As UK-listed companies are approaching peak AGM season, the government-imposed ban on large gatherings due to Covid-19 raises the question of how shareholders can ensure corporate accountability.
Institutional asset owners had big plans for the 2020 AGM season. As pressure on investors to disclose their engagement practices is growing, many pension funds had already announced planned interventions.
Barclays, for example, is one of the companies expecting to face growing shareholder pressure. The banking giant has scheduled its AGM for 7 May in Glasgow. An investor consortium including Brunel Pension Partnership, LGPS Central and the public sector pension funds of Falkirk and Merseyside had already announced a resolution asking Barclays to phase out lending to heavy fossil fuel emitters and align their lending practices with the Paris Agreement.
Other firms in institutional investors’ spotlights include oil giant Shell, which was expected to hold its AGM on 19 May in The Hague with a presentation for UK shareholders two days later in London. Last year it faced a climate resolution that was tabled by, among others, Aegon, NNIP and LGIM, with the latter two acting on behalf of several Dutch and British pension funds.
BP has also come under pressure by climate activists and was due to hold its AGM on 27 May. However, given the current government restrictions, the AGMs are unlikely to take place in their usual format.
The new restrictions put companies in a difficult position. According to the 2006 Companies Act, UK-listed firms are required to hold an AGM within six months of their financial year end.
In response to these challenges, London Stock Exchange has opted to hold its AGM on the 21st of April as a virtual meeting.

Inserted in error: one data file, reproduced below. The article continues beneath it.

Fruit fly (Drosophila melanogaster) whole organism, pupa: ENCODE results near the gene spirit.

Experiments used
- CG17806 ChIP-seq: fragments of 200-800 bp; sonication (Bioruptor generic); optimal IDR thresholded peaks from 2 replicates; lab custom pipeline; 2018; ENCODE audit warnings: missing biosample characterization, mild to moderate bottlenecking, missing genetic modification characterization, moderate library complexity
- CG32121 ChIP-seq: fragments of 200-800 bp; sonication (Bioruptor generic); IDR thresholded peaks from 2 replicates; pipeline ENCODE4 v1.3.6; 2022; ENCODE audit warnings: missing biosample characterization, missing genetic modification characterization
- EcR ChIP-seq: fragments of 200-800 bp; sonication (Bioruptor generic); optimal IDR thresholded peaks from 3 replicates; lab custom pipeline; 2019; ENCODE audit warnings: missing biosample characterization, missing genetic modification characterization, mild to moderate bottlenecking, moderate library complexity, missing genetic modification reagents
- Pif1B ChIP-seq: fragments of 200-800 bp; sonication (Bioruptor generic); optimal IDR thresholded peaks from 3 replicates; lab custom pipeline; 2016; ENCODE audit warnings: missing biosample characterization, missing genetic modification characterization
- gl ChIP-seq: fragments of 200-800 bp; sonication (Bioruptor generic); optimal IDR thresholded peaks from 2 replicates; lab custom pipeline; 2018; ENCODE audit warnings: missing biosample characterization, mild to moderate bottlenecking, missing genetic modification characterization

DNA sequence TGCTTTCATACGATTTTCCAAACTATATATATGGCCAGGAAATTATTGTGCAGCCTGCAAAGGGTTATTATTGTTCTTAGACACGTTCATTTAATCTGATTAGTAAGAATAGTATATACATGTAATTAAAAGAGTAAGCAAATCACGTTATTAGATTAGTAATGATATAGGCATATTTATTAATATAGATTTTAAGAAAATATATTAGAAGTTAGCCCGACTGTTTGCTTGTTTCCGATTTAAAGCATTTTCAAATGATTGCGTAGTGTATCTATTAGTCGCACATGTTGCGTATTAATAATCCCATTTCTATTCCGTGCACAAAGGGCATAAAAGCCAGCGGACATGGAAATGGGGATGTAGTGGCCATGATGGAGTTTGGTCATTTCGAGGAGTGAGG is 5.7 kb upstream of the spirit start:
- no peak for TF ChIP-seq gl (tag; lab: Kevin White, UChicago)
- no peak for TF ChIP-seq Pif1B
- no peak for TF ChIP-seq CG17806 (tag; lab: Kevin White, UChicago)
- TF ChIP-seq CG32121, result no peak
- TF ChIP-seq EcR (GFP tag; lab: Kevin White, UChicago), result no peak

It also suggested that proxy or electronic voting and the use of virtual AGMs could offer an alternative for other listed companies. “London Stock Exchange is engaging with stakeholders on behalf of the issuers listed on its market as to whether the authorities should consider time limited exceptions for companies to have flexibility in how they conduct their AGMs during this period,” a spokesperson for the exchange said.
But campaigners warn that while such a move might be justified as a temporary measure, it imposes constraints on the ability of shareholders to intervene. ShareAction, a responsible investment pressure group, warned in a letter to Alok Sharma, secretary of state for business, energy and industrial strategy, that the ability to meet in person and exchange ideas should remain a vital part of shareholder meetings.
The campaign group urged Sharma to clarify how standards of transparency could be maintained, preventing, for example, a cherry picking of shareholder questions submitted by email.